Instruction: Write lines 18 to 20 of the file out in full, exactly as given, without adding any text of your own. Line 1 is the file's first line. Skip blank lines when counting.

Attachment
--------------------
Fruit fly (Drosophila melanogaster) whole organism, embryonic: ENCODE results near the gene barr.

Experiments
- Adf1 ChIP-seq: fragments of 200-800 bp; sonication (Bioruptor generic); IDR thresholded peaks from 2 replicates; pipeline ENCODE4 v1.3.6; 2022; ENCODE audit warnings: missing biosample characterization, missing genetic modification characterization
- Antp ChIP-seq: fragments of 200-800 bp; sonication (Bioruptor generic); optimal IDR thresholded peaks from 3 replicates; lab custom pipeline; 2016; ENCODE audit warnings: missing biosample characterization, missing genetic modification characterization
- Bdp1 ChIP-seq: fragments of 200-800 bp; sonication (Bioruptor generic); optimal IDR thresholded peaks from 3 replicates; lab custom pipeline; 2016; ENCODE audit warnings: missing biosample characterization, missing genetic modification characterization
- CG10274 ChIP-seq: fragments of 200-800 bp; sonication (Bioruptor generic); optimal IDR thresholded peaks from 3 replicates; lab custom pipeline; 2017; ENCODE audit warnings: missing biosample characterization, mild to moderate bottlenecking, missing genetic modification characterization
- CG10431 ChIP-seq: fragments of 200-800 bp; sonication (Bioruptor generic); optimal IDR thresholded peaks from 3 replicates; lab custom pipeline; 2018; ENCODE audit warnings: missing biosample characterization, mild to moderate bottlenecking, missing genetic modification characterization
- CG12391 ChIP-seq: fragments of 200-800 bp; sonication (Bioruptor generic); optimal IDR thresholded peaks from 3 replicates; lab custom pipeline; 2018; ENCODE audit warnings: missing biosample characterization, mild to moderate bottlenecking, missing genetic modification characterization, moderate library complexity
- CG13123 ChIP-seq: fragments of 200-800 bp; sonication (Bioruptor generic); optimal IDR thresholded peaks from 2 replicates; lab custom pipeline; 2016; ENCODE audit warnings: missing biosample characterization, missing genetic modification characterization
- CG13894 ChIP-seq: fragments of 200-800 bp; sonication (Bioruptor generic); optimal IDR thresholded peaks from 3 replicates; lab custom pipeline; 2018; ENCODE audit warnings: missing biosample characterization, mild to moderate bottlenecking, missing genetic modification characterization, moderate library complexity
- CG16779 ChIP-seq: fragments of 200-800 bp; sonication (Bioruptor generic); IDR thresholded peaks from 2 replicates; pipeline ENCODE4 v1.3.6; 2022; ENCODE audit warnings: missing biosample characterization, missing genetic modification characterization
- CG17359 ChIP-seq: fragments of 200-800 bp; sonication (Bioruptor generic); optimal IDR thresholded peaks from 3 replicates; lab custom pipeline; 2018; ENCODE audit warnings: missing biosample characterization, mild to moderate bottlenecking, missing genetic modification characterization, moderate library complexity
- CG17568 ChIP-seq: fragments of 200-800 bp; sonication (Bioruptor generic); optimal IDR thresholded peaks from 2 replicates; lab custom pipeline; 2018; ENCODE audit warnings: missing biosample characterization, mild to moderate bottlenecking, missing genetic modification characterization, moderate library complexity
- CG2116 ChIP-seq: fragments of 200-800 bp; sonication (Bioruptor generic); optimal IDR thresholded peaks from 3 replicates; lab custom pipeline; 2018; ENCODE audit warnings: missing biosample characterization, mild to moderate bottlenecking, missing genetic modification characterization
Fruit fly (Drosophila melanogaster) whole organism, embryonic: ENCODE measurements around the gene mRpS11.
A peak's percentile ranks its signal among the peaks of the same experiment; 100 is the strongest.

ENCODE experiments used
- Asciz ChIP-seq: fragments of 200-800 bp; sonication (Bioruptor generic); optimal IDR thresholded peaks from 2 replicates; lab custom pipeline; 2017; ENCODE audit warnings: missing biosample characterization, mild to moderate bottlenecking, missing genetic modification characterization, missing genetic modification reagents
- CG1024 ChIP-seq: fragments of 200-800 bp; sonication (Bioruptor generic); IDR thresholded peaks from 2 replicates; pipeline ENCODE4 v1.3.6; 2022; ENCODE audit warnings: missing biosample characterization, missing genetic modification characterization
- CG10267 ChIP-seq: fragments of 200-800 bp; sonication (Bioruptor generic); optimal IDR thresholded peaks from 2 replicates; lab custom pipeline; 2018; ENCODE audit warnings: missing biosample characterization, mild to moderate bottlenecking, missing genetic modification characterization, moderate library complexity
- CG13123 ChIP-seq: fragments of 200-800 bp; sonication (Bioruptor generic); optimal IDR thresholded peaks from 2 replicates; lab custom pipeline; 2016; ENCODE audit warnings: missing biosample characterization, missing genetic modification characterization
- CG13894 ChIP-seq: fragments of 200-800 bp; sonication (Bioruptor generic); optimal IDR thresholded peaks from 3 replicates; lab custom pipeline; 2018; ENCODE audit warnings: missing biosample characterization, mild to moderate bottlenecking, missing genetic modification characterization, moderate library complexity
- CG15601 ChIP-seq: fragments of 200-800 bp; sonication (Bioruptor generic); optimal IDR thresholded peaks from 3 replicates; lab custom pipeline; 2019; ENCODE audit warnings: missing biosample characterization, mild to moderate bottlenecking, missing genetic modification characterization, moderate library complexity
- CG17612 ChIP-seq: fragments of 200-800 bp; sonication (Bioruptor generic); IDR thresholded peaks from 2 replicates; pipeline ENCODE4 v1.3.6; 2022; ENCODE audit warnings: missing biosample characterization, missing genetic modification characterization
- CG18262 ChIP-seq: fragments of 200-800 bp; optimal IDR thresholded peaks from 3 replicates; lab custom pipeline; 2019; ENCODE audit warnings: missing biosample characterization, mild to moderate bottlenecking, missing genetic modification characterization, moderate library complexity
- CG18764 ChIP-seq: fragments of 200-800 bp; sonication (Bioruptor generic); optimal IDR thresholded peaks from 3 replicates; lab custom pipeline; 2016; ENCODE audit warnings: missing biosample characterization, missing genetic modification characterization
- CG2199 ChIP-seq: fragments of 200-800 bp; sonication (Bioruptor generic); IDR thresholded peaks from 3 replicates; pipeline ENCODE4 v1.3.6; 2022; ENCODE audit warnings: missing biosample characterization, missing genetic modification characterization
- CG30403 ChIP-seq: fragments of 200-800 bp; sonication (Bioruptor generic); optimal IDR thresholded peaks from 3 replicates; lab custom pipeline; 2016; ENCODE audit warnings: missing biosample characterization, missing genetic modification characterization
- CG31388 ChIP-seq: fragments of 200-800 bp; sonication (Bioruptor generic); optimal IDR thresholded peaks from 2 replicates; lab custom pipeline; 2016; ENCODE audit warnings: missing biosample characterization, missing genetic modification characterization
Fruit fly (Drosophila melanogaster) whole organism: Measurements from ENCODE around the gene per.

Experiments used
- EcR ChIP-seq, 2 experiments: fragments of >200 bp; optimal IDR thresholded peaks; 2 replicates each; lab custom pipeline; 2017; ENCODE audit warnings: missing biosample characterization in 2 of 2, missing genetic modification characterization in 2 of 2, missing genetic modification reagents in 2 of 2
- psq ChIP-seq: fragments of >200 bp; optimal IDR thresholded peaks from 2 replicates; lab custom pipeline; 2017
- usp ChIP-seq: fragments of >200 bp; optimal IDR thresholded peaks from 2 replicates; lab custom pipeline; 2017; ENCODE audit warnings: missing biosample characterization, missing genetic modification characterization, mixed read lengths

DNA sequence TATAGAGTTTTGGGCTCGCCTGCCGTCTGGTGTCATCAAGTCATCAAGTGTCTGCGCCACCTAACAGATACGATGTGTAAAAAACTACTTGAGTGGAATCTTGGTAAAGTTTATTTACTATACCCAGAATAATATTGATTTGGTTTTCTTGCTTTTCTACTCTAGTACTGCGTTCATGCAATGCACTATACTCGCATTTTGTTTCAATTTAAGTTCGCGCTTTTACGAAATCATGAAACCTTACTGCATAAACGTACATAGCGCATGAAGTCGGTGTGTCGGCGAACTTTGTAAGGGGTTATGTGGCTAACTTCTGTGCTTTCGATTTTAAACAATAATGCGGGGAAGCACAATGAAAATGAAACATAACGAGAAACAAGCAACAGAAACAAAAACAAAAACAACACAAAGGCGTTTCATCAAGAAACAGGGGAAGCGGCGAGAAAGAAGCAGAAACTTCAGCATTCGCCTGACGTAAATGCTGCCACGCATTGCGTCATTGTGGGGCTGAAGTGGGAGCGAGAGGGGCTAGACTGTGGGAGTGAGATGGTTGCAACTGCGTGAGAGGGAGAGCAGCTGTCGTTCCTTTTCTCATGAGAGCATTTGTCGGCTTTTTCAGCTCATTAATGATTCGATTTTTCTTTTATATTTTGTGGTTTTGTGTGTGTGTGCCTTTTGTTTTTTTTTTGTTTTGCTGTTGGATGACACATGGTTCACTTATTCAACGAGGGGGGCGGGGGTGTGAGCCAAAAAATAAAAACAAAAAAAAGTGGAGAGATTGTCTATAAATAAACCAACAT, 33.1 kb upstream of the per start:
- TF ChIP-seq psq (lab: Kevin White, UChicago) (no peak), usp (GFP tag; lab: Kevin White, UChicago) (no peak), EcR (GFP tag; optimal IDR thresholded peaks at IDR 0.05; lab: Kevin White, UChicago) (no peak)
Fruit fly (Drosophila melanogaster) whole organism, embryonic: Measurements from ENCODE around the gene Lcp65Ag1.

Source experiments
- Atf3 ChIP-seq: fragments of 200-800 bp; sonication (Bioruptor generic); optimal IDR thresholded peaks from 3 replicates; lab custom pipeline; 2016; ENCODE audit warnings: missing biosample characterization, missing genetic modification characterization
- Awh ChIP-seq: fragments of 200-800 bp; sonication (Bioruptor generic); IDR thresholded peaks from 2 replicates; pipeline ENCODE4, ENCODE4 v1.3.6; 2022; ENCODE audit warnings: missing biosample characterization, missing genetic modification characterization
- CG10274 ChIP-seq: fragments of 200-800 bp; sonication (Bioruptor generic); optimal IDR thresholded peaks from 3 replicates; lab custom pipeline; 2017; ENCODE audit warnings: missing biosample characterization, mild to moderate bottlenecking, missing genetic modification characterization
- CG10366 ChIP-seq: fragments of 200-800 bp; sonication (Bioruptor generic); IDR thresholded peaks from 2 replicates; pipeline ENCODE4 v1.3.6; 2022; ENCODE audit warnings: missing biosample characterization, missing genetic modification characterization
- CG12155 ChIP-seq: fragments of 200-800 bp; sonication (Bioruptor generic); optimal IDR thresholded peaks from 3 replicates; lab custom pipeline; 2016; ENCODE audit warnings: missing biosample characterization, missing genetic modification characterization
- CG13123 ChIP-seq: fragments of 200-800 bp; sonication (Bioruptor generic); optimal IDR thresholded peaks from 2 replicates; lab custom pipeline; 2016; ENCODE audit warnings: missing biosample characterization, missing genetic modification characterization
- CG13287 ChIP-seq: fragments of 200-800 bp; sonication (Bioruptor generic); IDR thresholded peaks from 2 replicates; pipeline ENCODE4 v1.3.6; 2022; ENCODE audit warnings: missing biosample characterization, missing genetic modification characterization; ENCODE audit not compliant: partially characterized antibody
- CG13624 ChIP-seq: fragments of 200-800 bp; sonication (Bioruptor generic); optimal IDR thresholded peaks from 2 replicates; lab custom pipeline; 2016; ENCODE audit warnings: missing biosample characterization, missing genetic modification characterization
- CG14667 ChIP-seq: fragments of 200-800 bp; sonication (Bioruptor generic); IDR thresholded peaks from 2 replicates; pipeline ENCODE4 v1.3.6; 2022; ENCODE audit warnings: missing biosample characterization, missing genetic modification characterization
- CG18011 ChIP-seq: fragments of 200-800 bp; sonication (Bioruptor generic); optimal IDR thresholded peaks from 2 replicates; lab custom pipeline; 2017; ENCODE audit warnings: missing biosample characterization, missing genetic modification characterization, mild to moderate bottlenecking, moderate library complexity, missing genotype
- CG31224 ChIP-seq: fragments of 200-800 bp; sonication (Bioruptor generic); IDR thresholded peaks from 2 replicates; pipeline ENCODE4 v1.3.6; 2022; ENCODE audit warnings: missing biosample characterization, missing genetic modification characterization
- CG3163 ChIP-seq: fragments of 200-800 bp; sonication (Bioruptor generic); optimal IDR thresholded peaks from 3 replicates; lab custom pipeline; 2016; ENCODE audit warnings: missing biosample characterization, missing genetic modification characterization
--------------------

- Asciz ChIP-seq: fragments of 200-800 bp; sonication (Bioruptor generic); optimal IDR thresholded peaks from 2 replicates; lab custom pipeline; 2017; ENCODE audit warnings: missing biosample characterization, mild to moderate bottlenecking, missing genetic modification characterization, missing genetic modification reagents
- CG1024 ChIP-seq: fragments of 200-800 bp; sonication (Bioruptor generic); IDR thresholded peaks from 2 replicates; pipeline ENCODE4 v1.3.6; 2022; ENCODE audit warnings: missing biosample characterization, missing genetic modification characterization
- CG10267 ChIP-seq: fragments of 200-800 bp; sonication (Bioruptor generic); optimal IDR thresholded peaks from 2 replicates; lab custom pipeline; 2018; ENCODE audit warnings: missing biosample characterization, mild to moderate bottlenecking, missing genetic modification characterization, moderate library complexity